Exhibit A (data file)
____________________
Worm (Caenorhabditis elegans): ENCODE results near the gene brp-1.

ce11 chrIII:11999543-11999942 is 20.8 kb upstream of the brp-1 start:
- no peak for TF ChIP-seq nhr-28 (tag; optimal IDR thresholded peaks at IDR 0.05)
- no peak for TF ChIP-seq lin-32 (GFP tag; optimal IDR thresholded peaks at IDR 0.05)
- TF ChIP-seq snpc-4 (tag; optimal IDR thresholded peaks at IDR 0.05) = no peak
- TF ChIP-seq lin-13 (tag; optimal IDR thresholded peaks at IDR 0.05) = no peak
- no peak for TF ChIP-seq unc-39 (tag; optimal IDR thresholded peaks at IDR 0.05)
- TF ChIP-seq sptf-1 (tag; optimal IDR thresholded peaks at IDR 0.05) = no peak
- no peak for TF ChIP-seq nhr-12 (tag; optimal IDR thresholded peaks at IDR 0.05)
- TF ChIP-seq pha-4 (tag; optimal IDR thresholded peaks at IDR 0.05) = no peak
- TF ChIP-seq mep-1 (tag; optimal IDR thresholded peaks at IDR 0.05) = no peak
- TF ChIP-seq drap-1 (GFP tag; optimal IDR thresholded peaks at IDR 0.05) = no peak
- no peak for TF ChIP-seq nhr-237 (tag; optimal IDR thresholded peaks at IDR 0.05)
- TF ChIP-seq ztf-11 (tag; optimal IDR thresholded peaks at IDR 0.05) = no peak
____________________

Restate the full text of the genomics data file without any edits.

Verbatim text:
Worm (Caenorhabditis elegans): ENCODE results near the gene brp-1.

ce11 chrIII:11999543-11999942 is 20.8 kb upstream of the brp-1 start:
- no peak for TF ChIP-seq nhr-28 (tag; optimal IDR thresholded peaks at IDR 0.05)
- no peak for TF ChIP-seq lin-32 (GFP tag; optimal IDR thresholded peaks at IDR 0.05)
- TF ChIP-seq snpc-4 (tag; optimal IDR thresholded peaks at IDR 0.05) = no peak
- TF ChIP-seq lin-13 (tag; optimal IDR thresholded peaks at IDR 0.05) = no peak
- no peak for TF ChIP-seq unc-39 (tag; optimal IDR thresholded peaks at IDR 0.05)
- TF ChIP-seq sptf-1 (tag; optimal IDR thresholded peaks at IDR 0.05) = no peak
- no peak for TF ChIP-seq nhr-12 (tag; optimal IDR thresholded peaks at IDR 0.05)
- TF ChIP-seq pha-4 (tag; optimal IDR thresholded peaks at IDR 0.05) = no peak
- TF ChIP-seq mep-1 (tag; optimal IDR thresholded peaks at IDR 0.05) = no peak
- TF ChIP-seq drap-1 (GFP tag; optimal IDR thresholded peaks at IDR 0.05) = no peak
- no peak for TF ChIP-seq nhr-237 (tag; optimal IDR thresholded peaks at IDR 0.05)
- TF ChIP-seq ztf-11 (tag; optimal IDR thresholded peaks at IDR 0.05) = no peak